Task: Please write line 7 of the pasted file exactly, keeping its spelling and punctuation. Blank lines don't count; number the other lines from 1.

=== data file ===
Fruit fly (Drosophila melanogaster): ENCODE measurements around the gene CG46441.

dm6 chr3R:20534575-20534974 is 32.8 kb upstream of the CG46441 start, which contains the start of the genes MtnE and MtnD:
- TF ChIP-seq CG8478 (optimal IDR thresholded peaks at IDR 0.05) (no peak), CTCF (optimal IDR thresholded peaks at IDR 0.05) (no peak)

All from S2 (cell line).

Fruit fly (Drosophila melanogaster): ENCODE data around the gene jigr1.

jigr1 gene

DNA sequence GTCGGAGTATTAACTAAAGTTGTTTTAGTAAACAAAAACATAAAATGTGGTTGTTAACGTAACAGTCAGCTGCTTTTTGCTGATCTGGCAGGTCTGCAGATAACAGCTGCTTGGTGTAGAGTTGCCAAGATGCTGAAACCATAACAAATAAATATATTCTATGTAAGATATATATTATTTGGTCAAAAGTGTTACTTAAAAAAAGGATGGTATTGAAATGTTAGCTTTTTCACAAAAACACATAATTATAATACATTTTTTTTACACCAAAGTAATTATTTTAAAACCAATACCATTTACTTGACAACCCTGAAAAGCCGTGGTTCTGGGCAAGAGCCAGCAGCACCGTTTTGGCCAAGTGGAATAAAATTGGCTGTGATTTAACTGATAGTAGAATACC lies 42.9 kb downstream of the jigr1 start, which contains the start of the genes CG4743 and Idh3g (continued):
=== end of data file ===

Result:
DNA sequence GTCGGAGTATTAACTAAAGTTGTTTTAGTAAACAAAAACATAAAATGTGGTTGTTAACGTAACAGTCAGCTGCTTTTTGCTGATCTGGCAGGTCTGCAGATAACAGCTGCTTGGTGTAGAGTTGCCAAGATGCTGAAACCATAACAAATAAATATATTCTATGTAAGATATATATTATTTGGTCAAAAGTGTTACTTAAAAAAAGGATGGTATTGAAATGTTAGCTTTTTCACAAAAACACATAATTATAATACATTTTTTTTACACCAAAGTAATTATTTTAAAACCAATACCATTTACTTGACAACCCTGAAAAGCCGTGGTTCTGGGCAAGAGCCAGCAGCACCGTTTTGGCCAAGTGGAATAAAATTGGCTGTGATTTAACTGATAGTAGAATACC lies 42.9 kb downstream of the jigr1 start, which contains the start of the genes CG4743 and Idh3g (continued):